Deburring with Waterjets
Waterjets, especially abrasive waterjets, have been known for their versatility and effectiveness in cutting and drilling applications in today’s machine shops. A review of an article of 25 years ago by Thiel et al.* serves as a reminder that waterjets can also be effective tools for deburring applications.
This article reported three types of waterjet systems that can be used in deburring applications, categorized by pressure ranges into: wet blasting, water jetting, and jet cutting.
Systems with low pressure (60 psi) and very high flow rates (up to 260 gpm) of water-abrasive mixture were typically used for wet blasting. Compressed air can also be added to create an effect that atomizes the water. Abrasives, preferably silicon carbide, corundum, or glass beads, of 10 to 150 μm in size, do the machining work while the water tends to dampen the abrasive impacts and produces a gentler machining effect than sand blasting. A relatively small nozzle diameter was favored for rounding the edges. Wet blasting is typically used for removing fine burrs resulted from grinding operations.
Water jetting was referred to processes involving pressure under 15 kpsi and relatively high flow rate, with or without abrasives. Waterjets at this level of pressure are capable of breaking off burrs even without abrasives, very suitable for removing large-size burrs that can be easily broken of, especially suitable for these scenarios: (1) burrs in small openings; (2) internal burrs; (3) burrs in workpiece cavities. Because of the large jet force, proper clamping of the workpiece must be used. Fan-jets have a lower efficiency and a lower impact force per unit area than round-jets and are used only when their wider span can be justified (e.g. cover the entire workpiece in a single pass). When abrasives are added, the jets are capable of erosive working, even of the edges of hardened steels. Shown in the picture is a deburred edge between two crossing holes.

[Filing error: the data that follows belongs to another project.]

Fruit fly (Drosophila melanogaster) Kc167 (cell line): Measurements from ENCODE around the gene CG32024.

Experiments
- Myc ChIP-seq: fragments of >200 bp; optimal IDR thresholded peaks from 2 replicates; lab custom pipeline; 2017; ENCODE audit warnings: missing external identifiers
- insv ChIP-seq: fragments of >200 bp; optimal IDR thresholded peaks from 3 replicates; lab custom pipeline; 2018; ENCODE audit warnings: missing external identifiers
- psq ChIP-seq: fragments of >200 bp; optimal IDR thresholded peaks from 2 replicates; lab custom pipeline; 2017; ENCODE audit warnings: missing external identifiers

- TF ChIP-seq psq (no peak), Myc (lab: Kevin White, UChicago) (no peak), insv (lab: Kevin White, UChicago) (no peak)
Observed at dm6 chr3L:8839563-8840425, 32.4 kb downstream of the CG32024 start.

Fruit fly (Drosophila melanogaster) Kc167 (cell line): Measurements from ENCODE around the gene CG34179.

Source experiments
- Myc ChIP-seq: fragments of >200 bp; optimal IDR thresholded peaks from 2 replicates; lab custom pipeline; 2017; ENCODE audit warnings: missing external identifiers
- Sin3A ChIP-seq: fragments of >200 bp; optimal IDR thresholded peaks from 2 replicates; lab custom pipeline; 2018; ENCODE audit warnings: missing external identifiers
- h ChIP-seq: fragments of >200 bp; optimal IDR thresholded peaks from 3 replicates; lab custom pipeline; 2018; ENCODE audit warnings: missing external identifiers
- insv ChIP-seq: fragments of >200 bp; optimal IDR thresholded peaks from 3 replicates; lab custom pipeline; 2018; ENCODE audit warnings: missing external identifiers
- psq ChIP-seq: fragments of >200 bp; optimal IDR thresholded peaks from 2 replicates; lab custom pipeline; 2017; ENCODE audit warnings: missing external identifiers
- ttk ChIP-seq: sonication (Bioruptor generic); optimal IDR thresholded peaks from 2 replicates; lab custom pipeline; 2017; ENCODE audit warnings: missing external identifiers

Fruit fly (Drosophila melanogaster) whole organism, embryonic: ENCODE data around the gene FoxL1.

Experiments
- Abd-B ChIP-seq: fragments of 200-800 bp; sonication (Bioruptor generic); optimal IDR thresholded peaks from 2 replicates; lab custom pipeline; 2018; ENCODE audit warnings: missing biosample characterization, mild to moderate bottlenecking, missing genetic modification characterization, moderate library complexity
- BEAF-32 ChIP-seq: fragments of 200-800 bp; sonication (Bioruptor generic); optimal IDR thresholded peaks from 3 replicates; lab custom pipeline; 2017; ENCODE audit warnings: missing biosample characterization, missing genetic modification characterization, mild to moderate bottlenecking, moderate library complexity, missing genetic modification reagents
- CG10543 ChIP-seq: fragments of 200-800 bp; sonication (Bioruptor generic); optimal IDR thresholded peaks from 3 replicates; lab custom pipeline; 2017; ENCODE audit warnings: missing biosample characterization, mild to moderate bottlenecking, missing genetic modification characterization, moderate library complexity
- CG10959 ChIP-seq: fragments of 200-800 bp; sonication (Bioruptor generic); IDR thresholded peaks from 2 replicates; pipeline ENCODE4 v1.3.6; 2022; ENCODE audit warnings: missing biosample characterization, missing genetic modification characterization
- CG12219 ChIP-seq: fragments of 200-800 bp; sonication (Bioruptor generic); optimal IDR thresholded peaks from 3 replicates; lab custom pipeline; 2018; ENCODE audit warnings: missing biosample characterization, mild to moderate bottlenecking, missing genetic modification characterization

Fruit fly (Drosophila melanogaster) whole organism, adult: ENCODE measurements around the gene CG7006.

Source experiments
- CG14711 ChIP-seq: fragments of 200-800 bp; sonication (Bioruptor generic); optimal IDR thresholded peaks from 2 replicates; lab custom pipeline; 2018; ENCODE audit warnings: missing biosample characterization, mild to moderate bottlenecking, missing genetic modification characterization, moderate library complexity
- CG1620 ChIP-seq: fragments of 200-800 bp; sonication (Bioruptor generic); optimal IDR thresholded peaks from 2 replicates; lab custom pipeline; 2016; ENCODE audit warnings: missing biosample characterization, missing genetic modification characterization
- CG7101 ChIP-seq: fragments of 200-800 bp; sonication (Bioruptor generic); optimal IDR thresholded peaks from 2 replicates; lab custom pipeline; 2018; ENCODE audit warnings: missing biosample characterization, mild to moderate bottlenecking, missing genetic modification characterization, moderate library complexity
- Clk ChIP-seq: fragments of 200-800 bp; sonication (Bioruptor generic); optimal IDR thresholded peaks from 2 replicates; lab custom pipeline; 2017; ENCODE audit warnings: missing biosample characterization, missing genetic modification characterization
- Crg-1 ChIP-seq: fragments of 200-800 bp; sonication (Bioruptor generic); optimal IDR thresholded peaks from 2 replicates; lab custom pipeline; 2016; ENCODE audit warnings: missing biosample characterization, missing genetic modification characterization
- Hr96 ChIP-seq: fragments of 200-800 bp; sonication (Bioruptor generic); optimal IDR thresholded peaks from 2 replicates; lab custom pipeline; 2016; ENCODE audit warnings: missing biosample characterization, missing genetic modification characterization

When the pressure is high enough (e.g. 56 kpsi), the jet is capable of cutting (typically non-metallic materials) and therefore is very suitable for deburring plastic and rubber parts by cutting off the large burrs. Process parameters should be set such that burrs are removed by the kinetic energy of the jet while no damage is made to the nearby surfaces of the workpiece. When abrasives are added, the jet will be capable of cutting metallic materials and can be used to remove thick burrs, typically of parts from castings.
In the concluding section of the article, the authors emphasized that among the several possible waterjet deburring processes, only one is optimal for a specific deburring application. This article did provide some useful guidance in the process selection.
*Thiel, R., Przyklenk, K., & Schlatter, M. (1984) Deburring with water, Proceedings of the 7th International Symposium on Jet Cutting Technology, Ottawa, Canada, June 26-28, 1984, pp 337-352.
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